The game uses a two-tiered health system in which you first need to take out an enemy’s shield (DP) to deal damage to their HP. To go along with this system, each character is assigned a role. For example, Attackers have abilities that deal massive HP damage, and Breakers have abilities that are effective against DP.

The damage calculation for HP is somewhat unique, with the damage multiplier increasing with each attack. The Blaster role exists to quickly spike the damage multiplier and make the Attackers’ abilities even more effective. Other roles like Healer, Buffer, Debuffer, and Defender (tank), are self-explanatory.


Each character is granted 2 “SP” per turn, which can be used to activate their abilities. Creating synergies between roles by combo-ing abilities and properly managing SP, are the keys to victory.

In addition to the basic weapon attributes of slash, thrust, and strike, there are also elemental attributes such as fire and lightning. It’s preferable to consider type matchups as well when forming your party.

You can toggle on auto-combat while in battles. What’s more, during training battles, which allow you to fight certain enemies consecutively, a power-saving auto-grind mode can be used. When this mode is turned on, the game automatically repeats the same fight for hours, even when the game is running in the background. This feature allows you to collect experience points and upgrade materials when you’re away.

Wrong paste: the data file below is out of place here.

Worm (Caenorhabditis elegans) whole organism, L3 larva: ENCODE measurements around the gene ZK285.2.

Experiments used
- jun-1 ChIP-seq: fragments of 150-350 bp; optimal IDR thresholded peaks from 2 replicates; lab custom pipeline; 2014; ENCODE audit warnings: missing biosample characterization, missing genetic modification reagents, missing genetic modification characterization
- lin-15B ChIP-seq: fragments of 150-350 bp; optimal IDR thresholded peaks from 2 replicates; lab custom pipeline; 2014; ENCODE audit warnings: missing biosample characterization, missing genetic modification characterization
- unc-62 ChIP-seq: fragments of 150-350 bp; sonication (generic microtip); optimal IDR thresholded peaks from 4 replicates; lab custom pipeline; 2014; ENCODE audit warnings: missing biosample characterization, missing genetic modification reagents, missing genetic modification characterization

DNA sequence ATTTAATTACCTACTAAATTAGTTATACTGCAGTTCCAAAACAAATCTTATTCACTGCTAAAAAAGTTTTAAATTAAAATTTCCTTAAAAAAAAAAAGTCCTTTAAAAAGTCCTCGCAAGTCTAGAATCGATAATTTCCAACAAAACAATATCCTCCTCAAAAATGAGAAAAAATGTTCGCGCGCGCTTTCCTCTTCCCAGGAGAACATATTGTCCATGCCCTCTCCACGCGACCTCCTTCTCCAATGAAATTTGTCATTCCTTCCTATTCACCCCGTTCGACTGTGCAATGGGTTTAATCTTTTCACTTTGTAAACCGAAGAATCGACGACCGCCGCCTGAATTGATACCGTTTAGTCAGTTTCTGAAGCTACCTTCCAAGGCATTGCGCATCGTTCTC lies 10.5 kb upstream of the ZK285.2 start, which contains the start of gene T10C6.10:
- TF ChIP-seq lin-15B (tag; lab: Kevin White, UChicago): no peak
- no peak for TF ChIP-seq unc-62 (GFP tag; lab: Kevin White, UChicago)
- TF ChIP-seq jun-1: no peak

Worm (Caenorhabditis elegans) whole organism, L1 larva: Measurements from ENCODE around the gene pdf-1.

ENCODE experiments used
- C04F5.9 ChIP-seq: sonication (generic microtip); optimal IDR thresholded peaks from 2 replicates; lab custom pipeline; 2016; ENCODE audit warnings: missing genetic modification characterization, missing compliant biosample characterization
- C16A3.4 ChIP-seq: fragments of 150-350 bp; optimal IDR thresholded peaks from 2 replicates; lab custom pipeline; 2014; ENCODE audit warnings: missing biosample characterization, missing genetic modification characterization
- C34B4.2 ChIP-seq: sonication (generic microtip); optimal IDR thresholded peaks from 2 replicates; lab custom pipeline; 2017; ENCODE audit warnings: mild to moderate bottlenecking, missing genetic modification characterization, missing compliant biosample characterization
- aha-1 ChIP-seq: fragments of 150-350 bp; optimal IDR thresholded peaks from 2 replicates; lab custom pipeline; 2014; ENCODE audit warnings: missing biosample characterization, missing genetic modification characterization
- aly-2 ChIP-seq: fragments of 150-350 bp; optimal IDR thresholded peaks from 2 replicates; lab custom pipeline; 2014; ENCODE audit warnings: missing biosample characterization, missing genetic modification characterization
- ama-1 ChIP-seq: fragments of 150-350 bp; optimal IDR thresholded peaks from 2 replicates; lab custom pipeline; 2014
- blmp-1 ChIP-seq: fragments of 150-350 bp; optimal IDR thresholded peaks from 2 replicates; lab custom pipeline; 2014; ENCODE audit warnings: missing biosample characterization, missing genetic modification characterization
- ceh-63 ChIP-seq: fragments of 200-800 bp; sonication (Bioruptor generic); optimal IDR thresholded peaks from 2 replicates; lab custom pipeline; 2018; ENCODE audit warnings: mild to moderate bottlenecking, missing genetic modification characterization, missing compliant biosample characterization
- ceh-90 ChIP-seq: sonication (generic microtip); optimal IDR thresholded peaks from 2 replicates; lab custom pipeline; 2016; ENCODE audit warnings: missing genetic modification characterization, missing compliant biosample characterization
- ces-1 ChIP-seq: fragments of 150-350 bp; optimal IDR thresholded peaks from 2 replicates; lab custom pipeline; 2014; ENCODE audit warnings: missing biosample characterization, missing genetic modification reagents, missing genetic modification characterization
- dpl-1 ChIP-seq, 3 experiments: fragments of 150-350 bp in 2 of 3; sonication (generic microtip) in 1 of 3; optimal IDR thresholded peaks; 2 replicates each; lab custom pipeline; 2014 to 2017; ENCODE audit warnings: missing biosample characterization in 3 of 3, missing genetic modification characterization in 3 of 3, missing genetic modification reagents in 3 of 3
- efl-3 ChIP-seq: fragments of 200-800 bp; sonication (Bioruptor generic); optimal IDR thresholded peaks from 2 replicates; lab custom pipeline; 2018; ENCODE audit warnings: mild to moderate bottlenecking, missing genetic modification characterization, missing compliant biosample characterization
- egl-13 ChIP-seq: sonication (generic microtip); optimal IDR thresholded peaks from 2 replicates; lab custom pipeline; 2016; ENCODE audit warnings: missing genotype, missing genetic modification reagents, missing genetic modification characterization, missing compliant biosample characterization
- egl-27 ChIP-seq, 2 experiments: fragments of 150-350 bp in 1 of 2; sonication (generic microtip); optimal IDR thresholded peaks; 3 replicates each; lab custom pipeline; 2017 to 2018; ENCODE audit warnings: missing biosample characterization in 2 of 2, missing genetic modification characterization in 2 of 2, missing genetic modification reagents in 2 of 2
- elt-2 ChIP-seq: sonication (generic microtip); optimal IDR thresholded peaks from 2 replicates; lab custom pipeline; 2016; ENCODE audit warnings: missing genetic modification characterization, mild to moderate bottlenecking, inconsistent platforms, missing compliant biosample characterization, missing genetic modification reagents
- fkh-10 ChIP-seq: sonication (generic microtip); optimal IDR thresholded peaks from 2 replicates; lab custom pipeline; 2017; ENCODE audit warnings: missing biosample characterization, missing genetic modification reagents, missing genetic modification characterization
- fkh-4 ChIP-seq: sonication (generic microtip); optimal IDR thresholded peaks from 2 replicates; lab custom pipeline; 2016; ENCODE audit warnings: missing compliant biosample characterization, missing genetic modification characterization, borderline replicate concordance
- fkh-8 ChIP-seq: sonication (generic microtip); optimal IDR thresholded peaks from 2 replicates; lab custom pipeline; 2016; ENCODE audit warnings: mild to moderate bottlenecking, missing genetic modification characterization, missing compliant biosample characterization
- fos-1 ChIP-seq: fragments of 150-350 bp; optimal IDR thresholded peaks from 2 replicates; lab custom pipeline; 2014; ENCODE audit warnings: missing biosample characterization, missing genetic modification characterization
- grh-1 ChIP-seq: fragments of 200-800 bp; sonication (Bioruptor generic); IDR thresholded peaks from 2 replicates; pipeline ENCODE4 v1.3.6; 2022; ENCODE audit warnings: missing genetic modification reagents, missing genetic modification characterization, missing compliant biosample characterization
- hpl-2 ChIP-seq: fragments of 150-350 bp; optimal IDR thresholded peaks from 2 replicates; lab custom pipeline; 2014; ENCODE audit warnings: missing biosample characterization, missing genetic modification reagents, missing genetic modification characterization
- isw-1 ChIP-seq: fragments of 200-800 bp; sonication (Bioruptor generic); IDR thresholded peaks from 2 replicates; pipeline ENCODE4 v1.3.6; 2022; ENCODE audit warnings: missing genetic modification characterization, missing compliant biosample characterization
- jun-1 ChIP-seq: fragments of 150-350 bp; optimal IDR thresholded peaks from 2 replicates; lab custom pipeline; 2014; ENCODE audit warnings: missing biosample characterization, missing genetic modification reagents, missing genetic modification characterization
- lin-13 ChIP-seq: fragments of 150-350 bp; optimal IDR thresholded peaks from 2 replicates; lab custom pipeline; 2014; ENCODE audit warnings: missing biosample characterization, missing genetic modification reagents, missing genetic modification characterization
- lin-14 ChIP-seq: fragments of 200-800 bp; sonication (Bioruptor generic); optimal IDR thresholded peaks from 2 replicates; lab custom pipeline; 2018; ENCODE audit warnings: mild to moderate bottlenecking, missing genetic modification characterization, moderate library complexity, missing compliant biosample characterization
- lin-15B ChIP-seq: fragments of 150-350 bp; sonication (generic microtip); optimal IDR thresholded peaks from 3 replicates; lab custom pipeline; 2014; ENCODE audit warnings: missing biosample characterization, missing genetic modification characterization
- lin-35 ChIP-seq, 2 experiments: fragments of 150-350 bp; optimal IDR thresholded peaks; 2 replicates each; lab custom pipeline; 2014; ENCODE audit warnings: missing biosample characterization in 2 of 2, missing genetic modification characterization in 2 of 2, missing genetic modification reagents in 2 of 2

Character progression and gacha system


The character progression system is a familiar one for those who have played other gacha-based Japanese mobile games. There are multiple rarities (styles) for each character, and you can obtain them through gacha pulls. Limit breaks can be done by pulling duplicates.

Characters level up by earning experience points through battles, and you can use upgrade materials to unlock abilities and enhance their stats. There are also items called boosters and accessories that can further enhance the character stats.

I’ve been playing the game for only twenty five hours or so, and I haven’t reached a point where I can answer the critical question of “How far can you go as a non-paying player?” That said, there are some level gating mechanics that require you to grind non-story content or obtain enough characters from the gacha to progress through the story, although nothing too egregious so far. The gacha isn’t particularly generous, though. And in terms of price, a 10-pull gacha costs 3,000 in-game currency (roughly 3,000 yen/$30).


Non-story content